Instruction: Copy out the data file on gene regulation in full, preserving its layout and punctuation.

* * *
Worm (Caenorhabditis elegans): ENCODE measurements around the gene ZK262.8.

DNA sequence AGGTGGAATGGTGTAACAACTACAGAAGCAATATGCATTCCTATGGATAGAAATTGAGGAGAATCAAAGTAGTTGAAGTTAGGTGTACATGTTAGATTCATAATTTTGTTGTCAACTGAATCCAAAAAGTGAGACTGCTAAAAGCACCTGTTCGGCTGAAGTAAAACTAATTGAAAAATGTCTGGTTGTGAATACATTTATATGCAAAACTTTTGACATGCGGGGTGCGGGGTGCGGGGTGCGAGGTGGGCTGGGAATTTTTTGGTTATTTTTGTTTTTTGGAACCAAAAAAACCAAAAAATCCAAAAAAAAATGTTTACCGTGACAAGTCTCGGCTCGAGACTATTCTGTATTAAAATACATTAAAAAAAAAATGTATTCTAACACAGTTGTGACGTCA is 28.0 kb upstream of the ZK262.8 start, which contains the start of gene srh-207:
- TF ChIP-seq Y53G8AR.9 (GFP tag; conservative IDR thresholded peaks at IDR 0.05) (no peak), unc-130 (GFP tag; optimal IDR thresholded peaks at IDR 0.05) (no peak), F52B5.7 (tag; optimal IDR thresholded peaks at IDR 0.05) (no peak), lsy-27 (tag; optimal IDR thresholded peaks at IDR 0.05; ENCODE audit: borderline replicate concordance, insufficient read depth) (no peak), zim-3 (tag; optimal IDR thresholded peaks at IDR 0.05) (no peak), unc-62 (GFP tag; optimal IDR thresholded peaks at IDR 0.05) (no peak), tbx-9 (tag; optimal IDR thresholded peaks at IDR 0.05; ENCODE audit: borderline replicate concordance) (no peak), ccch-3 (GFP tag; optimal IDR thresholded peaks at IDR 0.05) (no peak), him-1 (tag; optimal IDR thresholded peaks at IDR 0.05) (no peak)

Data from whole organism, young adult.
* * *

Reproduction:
Worm (Caenorhabditis elegans): ENCODE measurements around the gene ZK262.8.

DNA sequence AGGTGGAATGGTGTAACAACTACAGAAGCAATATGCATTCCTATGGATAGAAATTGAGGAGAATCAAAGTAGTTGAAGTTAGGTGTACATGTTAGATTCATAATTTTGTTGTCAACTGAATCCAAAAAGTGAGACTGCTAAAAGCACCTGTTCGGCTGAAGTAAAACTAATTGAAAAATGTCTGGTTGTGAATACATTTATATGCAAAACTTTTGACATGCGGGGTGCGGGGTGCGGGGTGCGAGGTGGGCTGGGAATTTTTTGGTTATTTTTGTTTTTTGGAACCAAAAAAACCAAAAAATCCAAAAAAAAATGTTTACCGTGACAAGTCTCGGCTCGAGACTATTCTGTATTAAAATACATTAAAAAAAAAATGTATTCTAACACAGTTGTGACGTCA is 28.0 kb upstream of the ZK262.8 start, which contains the start of gene srh-207:
- TF ChIP-seq Y53G8AR.9 (GFP tag; conservative IDR thresholded peaks at IDR 0.05) (no peak), unc-130 (GFP tag; optimal IDR thresholded peaks at IDR 0.05) (no peak), F52B5.7 (tag; optimal IDR thresholded peaks at IDR 0.05) (no peak), lsy-27 (tag; optimal IDR thresholded peaks at IDR 0.05; ENCODE audit: borderline replicate concordance, insufficient read depth) (no peak), zim-3 (tag; optimal IDR thresholded peaks at IDR 0.05) (no peak), unc-62 (GFP tag; optimal IDR thresholded peaks at IDR 0.05) (no peak), tbx-9 (tag; optimal IDR thresholded peaks at IDR 0.05; ENCODE audit: borderline replicate concordance) (no peak), ccch-3 (GFP tag; optimal IDR thresholded peaks at IDR 0.05) (no peak), him-1 (tag; optimal IDR thresholded peaks at IDR 0.05) (no peak)

Data from whole organism, young adult.